FIGS. 1 and 2 show schematic patterns of typical warp layer.
FIG. 2 shows a part of a warp layer having thick and thin adhesive filaments.
FIGS. 3a, 3b, 3c and 3d show schematically that a warp layer (FIG. 3a) is laminated with a fleece layer (FIG. 3b) into a non-woven product reinforced longitudinally by warp yarns as well as transversely by lines of adhesive polymer (FIG. 3c). FIG. 3d shows schematically an enlarged bird's eye view of a corner (P) of the product.
FIGS. 4a, 4b, 4c, 4d, 4e and 4f show schematically that a warp layer (FIG. 4a) and another warp layer used in the weft direction (FIG. 4c) are laminated with a fleece layer (FIG. 4b) into a non-woven product reinforced cross-wise in a manner that the aligned yarns (FIG. 4d, 1) on the upper surface of the product are laid crosswise to the aligned yarns (FIG. 4d 1') on the lower surface, while the fleece layer is sandwiched between the upper and lower sides warp layers. FIG. 4e shows schematically the bird's eye view of a corner (Q) of the product from above and FIG. 4f shows schematically another bird's eye view of said corner of the product from below.
FIG. 5 shows schematically how thick adhesive filaments of a warp layer premeates vertically through the fleece layer where a warp layer having thick and thin adhesive filaments is employed.
In FIG. 1, yarns 1 arranged in parallel at definite pitches are fixed in the arrangement thereof by a number of adhesive filaments 2 adhering in parallel to one surface of the aligned yarns 1 and laterally connecting the yarns 1 one-by-one with said adhesive filaments 2.
FIG. 2 shows a warp layer similar to the one shown in FIG. 1, but having two kinds of adhesive filaments, that is, thick ones 2' and thin ones 2". Said adhesive filaments are disposed in a manner that a certain number of thin ones (2") are disposed between the adjacent two of the thick ones (2').
In FIGS. 3a, 3b, 3c and 3d, a warp layer, having yarns 1 in alignment at definite pitches and adhesive filaments 2 adhering crosswise to said yarns, as shown in FIG. 1, is laminated with a fleece layer 4 into a non-woven product reinforced longitudinally by warp yarns as well as transversally by lines of adhesive polymer (FIG. 3c) having longitudinally reinforcing yarns 1 adhering longitudinally to one surface of the fleece layer and at the same time, a transversally reinforcing number of lines 3 of solidified adhesive polymer originating from adhesive filaments 2 in FIG. 3a, together with short fibers of the fleece layer 4 in FIGS. 3c and 3d.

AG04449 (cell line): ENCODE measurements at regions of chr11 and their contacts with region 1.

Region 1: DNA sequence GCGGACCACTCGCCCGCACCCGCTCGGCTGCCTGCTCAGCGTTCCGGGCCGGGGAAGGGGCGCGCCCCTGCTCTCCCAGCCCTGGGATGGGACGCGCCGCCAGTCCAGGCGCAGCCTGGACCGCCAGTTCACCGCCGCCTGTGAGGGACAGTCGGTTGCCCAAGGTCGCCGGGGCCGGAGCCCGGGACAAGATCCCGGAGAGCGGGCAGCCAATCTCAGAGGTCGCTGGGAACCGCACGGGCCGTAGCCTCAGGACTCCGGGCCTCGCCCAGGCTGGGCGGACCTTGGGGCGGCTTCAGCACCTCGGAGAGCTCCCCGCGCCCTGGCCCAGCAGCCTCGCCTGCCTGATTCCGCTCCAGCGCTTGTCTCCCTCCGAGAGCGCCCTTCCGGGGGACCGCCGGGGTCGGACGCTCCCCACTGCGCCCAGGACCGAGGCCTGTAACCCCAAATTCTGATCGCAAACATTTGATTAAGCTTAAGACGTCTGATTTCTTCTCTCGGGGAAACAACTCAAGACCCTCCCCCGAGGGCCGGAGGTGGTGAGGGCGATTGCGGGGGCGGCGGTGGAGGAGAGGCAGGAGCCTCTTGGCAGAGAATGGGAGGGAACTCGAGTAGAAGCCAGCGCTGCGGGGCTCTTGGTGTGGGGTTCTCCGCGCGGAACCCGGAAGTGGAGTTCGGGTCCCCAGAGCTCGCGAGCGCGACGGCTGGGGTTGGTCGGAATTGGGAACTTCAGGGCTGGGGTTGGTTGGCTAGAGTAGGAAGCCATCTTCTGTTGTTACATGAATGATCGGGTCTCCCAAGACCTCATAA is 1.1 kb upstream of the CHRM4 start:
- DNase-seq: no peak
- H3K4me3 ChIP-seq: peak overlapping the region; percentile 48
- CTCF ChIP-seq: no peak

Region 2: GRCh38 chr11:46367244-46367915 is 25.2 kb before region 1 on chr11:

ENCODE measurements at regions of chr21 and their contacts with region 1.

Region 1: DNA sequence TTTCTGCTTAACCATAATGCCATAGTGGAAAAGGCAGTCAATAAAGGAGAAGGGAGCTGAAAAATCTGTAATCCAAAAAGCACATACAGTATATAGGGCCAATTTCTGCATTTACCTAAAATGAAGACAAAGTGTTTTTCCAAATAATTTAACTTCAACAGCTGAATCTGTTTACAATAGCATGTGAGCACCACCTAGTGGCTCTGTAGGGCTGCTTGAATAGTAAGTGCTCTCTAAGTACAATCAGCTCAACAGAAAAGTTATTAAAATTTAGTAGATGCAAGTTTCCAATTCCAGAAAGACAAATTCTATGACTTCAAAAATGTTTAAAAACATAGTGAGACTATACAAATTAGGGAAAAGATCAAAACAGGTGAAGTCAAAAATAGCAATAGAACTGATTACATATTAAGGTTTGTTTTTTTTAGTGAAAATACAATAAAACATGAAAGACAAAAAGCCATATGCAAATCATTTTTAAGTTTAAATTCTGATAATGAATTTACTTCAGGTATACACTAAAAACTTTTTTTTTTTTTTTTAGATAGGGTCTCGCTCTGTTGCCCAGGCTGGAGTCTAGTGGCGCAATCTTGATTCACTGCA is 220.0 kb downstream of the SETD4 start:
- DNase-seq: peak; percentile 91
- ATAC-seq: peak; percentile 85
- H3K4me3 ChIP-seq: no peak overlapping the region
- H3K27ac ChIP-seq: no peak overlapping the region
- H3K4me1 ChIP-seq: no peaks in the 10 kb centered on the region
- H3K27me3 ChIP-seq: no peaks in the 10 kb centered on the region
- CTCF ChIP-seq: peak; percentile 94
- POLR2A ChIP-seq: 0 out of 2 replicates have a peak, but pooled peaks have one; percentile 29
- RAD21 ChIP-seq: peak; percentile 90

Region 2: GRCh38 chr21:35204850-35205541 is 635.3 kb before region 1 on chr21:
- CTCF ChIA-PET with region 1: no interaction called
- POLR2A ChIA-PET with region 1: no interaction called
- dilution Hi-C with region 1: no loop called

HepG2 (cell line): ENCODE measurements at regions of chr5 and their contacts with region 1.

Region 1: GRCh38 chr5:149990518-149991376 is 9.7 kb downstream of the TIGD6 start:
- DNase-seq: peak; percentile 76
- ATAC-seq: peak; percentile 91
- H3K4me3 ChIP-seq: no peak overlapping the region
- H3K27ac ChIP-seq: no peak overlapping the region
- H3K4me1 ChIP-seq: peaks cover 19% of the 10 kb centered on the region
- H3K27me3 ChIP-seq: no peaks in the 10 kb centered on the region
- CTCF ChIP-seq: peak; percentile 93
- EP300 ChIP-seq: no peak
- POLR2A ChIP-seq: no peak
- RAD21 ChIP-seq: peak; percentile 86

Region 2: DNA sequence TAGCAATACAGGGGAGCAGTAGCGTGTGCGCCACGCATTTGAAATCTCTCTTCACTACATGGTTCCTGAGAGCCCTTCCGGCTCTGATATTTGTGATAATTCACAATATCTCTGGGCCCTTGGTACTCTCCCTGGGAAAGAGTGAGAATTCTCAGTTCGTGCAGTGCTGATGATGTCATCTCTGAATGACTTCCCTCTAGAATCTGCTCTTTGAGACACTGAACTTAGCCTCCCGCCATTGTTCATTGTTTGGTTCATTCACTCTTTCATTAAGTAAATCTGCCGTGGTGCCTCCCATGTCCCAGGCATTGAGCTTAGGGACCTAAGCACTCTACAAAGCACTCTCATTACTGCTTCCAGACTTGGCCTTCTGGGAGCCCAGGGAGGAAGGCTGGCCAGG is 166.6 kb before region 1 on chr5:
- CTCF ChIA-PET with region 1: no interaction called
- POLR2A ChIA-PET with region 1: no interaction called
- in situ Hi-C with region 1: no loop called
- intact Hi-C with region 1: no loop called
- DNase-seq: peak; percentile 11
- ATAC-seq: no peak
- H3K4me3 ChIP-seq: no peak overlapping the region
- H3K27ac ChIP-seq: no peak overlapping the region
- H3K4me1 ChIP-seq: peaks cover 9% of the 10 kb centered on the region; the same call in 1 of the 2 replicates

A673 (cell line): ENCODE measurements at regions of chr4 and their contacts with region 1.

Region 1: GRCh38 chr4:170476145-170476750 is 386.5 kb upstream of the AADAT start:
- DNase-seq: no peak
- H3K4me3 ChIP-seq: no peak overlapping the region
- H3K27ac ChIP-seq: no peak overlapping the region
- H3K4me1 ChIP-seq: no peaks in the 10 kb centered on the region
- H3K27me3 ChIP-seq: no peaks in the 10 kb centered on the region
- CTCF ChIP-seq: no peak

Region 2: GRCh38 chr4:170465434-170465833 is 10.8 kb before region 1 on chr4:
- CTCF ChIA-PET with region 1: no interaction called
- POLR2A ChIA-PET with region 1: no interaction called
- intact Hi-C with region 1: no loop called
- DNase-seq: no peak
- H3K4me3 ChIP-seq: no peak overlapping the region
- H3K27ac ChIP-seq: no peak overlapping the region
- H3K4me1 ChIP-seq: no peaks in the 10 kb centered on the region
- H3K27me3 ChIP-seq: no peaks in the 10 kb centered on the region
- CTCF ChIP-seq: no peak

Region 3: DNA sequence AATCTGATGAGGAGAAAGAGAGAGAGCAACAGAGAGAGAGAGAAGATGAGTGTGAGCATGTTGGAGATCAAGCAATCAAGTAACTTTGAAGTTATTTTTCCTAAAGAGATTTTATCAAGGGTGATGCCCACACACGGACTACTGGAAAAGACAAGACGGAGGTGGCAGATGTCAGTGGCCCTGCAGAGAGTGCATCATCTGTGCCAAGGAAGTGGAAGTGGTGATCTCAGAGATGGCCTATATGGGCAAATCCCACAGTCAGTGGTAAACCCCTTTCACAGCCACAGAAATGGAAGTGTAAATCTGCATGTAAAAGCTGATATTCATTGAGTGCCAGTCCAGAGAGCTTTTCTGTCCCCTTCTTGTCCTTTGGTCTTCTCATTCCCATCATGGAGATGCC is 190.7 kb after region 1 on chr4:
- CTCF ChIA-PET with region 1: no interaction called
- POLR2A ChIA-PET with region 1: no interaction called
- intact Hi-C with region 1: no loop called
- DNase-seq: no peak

FIG. 3d shows schematically the structure of the product, in which aligned yarns 1 adhering to one surface of the fleece layer 4 and a number of lines 3, explained above, of solidifed adhesive polymer together with short fibers of a fleece layer 4 joined therein after said adhesive polymer has permeated vertically into the fleece layer depending upon the thickness of said adhesive polymer.
In FIGS. 4a, 4b, 4c, 4d, 4e and 4f, a warp layer (FIG. 4a) having aligned yarns 1 at definite pitches and adhesive filaments 2 adhering crosswise, as shown in FIGS. 1 and 2, and another warp layer (FIG. 4c) of the similar structure thereto are laminated with a fleece layer 4 in a manner that the aligned yarns 1 on the upper surface of the product are laid crosswise to the aligned yarns 1' on the lower surface of the product into a non-woven product (FIG. 4d) reinforced crosswise, while the fleece layer 4 is sandwiched between the upper and lower warp layers.
FIG. 4e and FIG. 4f are fragmentary perspective views of a corner (Q) of the product from above and below, respectively, in which aligned yarns 1 and aligned adhesive filaments 3 are on the upper surface of fleece layer 4 and aligned yarns 1' and adhesive filaments 3' are on the lower surface of the fleece layer 4. FIGS. 4e and 4f also both show the structure of the non-woven product reinforced crosswise in which the groups of aligned yarns 1 adhering to the upper surface of the product are laid crosswise to the yarns 1' adhering to the lower surface of the product, while sandwiching the fleece layer therebetween.
In FIG. 5, lines 3" are the lines of the thick adhesive filaments (similar to the filaments 2' in FIG. 2) which have permeated vertically through fleece layer 4, and lines 3"' are the thin adhesive filaments (corresponding to the thin adhesive filaments 2" in FIG. 2) which have also permeated vertically through fleece layer 4.
Then, as stated above, the non-woven products prepared according to the present invention, reinforced whether longitudinally or crosswise, have respective advantage in the various respective application field.
The following examples illustrate the method of the present invention for easy understanding but are not intended to limit the invention described herein.